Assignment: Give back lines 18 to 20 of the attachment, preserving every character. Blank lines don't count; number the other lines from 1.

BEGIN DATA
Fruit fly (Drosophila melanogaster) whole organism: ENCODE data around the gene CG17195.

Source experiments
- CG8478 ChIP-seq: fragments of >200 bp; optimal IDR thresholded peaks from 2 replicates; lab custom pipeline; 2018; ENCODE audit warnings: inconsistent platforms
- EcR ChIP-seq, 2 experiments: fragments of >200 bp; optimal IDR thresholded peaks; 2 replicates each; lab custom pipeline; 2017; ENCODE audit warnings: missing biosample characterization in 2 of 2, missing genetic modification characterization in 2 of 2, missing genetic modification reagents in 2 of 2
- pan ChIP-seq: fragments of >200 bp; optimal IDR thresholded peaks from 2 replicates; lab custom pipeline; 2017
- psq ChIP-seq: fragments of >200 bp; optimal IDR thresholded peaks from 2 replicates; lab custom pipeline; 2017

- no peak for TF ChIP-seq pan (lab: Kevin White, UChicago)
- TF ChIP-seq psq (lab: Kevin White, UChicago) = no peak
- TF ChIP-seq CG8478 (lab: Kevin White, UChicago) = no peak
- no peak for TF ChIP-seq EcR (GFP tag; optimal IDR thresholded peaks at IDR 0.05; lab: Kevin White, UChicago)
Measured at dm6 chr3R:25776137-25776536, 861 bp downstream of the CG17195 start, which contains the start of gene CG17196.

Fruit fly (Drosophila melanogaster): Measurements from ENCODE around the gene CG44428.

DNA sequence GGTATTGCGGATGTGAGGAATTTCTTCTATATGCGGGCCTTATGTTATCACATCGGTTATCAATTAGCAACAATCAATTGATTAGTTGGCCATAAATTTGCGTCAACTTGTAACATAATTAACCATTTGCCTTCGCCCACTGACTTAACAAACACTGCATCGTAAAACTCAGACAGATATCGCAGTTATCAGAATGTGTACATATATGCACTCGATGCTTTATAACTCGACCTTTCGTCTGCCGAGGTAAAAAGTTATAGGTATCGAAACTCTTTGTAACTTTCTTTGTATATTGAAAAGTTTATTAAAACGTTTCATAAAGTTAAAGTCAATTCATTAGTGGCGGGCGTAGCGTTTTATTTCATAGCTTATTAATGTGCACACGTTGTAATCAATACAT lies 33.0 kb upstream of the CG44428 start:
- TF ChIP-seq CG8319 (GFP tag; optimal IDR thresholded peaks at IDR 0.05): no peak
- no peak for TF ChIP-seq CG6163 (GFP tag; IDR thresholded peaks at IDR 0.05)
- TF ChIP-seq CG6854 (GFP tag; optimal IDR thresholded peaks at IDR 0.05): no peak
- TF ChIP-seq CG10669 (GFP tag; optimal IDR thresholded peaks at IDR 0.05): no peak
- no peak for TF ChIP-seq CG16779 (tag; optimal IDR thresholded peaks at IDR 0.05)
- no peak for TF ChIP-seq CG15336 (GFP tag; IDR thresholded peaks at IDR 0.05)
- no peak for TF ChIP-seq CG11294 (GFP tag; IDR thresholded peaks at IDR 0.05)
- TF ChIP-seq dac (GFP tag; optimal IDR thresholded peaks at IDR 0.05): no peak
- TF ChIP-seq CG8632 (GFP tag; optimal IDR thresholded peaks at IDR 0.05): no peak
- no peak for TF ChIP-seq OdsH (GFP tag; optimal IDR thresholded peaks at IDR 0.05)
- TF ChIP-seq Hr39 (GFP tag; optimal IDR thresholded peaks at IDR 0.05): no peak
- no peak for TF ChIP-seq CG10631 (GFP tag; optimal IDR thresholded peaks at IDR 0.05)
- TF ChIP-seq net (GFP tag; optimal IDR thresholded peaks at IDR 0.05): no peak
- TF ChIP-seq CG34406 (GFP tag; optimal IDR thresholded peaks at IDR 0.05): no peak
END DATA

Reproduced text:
- no peak for TF ChIP-seq CG16779 (tag; optimal IDR thresholded peaks at IDR 0.05)
- no peak for TF ChIP-seq CG15336 (GFP tag; IDR thresholded peaks at IDR 0.05)
- no peak for TF ChIP-seq CG11294 (GFP tag; IDR thresholded peaks at IDR 0.05)